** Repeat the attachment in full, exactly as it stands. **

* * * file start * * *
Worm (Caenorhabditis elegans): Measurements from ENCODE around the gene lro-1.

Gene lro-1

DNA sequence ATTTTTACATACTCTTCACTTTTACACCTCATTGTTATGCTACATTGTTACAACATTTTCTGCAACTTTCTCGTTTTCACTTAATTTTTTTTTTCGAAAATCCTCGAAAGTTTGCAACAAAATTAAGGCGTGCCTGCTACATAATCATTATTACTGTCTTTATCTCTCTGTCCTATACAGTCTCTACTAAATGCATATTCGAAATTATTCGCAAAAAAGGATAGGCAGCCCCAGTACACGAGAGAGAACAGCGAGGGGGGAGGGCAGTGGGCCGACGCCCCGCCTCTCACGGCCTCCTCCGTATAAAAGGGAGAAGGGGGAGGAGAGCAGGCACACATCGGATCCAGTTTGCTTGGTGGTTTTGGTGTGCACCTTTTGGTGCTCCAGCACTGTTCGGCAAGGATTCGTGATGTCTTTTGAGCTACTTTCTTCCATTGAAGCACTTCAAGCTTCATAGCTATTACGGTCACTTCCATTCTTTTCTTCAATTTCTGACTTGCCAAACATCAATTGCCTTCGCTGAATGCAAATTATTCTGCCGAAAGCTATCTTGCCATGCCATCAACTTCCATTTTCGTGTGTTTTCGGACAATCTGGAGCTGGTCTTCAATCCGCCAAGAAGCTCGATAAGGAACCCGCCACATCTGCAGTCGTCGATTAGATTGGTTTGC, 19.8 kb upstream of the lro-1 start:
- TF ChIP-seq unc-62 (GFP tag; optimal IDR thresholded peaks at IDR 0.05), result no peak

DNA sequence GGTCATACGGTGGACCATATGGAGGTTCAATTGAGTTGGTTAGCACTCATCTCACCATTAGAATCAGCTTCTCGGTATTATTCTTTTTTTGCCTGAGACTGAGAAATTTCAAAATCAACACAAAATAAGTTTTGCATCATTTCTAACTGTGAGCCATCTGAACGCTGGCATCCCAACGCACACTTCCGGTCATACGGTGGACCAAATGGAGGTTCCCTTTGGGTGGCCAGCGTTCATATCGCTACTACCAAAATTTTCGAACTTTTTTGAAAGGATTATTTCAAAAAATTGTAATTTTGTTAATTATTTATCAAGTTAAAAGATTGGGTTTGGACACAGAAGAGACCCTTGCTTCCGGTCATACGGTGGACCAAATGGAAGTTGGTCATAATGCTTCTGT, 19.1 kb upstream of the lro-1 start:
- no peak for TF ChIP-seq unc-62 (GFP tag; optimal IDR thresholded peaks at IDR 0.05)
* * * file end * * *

Worm (Caenorhabditis elegans): Measurements from ENCODE around the gene lro-1.

Gene lro-1

DNA sequence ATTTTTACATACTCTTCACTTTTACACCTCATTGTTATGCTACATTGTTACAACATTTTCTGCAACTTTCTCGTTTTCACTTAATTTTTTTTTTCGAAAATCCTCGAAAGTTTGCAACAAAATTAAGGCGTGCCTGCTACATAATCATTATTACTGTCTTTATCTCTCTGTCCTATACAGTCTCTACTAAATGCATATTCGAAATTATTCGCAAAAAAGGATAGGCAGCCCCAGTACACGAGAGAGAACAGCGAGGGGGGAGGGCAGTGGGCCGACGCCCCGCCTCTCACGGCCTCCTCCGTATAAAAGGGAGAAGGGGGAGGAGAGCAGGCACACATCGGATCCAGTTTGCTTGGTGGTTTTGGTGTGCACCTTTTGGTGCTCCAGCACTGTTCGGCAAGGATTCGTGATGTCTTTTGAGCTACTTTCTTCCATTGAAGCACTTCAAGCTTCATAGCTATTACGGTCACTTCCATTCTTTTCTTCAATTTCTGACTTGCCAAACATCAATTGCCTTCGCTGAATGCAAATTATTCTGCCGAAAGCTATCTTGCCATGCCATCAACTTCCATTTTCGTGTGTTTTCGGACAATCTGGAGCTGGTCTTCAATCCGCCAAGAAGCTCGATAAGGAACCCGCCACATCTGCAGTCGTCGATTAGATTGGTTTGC, 19.8 kb upstream of the lro-1 start:
- TF ChIP-seq unc-62 (GFP tag; optimal IDR thresholded peaks at IDR 0.05), result no peak

DNA sequence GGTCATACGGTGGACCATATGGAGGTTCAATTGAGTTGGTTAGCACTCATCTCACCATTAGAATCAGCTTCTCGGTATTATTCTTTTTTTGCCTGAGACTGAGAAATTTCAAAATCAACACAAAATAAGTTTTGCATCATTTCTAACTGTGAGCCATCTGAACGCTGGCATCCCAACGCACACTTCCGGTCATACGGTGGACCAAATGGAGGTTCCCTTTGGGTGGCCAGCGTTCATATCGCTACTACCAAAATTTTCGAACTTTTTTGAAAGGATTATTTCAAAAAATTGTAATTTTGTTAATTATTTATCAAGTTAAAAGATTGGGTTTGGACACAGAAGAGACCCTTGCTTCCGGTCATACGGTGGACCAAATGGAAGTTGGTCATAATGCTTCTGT, 19.1 kb upstream of the lro-1 start:
- no peak for TF ChIP-seq unc-62 (GFP tag; optimal IDR thresholded peaks at IDR 0.05)